How To Not Suck… At First Year College Budgets

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  1. Sizlack668 says:

    I have a switch on the wall that’s wired to one of the outlets in the living room, typically used for a lamp of some sort. I have the TV, surround sound, dvd player, and several game systems plugged into a power strip on that one outlet. After training the kids to turn the switch off when they were done with whatever they were doing my power bill dropped almost $30.00 a month since these items are typically only on 2-3 hrs a day now. Same concept as the power strip…just a little more convenient.

  2. mongo says:

    No problem. I just have to go with one of the “ENERGY BILL” robo calls I get every day, even on my work line. I’m going get a huge promotion once they realize the savings when I switch the whole corporation over.

  3. jokerfla says:

    Two complaints about this list. CFL’s are a lot more expensive than incandescent, but they never seem to last as long as they are supposed to. Shutting vents and doors in unused rooms depending on their location can make the room colder, thus making the adjacent rooms slightly colder. If the thermostat is in an adjacent room, the heater will kick on more often and you have one cool room. Also, the back pressure that closing vents causes that will make your fan work harder, not good.

  4. theoriginalcatastrophegirl says:

    quick way to find a draft: light a stick of incense and hold it near windows and doors. follow the smoke to know what to plug up.
    if you can’t have or don’t want a clothesline but still want to hang some things to dry (or just need to drip dry the non dryer safe delicates) and are sick of the drippy mess from hanging them next to the shower curtain, try a second bar in the shower. for around $10-12 you can get a twist style adjustable shower bar and hang it as high in the shower as you can reach to hang things, but centered over the drain so your clothes don’t stick to the shower curtain or drip onto the floor.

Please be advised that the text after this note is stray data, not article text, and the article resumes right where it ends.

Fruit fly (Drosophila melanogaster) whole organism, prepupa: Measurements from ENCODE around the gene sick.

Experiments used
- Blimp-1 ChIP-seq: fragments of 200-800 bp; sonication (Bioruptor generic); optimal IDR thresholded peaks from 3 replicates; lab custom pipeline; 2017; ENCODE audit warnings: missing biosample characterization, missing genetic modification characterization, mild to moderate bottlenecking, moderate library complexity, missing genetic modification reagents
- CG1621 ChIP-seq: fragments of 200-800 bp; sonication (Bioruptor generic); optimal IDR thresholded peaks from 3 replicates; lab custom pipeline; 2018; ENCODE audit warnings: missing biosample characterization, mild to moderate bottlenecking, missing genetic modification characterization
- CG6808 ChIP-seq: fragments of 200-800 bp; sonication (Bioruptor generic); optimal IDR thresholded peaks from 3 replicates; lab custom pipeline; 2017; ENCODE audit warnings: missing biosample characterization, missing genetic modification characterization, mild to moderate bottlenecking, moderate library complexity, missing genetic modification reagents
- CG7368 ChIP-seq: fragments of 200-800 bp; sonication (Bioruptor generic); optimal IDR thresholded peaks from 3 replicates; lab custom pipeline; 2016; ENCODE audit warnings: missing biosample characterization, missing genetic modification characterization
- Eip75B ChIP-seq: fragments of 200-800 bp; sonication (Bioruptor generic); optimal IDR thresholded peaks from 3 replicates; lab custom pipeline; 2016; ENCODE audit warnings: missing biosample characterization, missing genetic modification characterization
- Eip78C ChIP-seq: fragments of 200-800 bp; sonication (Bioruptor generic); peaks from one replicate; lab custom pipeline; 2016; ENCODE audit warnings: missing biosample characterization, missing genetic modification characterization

http://www.flickr.com/photos/catastrophegirl/5362954354/

    the previous owners of my home adjusted one of the toilets with a plastic insert that blocked most of the water flow to flush. it caused a LOT of problems when i first moved in, before i decided to cut it down part of the way. now it’s still using less water but the toilet actually flushes. it may take a few tries to figure out how much water you need to displace. and that’s only effective on older toilets anyway. newer US toilets use a lot less water – i think it’s around 1.5 gallons now as opposed to the old 5 gallon tank.

    if you have floor registers for your airflow, they will be a lot more effective if you don’t put furniture directly over them, or get a deflector.
    http://www.lowes.com/pd_168457-34146-APFRDF_4294644667__?productId=3260245&Ns=p_product_qty_sales_dollar

    they can be really inexpensive and will prevent heating or cooling the underside of the sofa (or, in my house, to keep the cats from lying directly on the vent and dropping dead things down them.)

    edit: bad link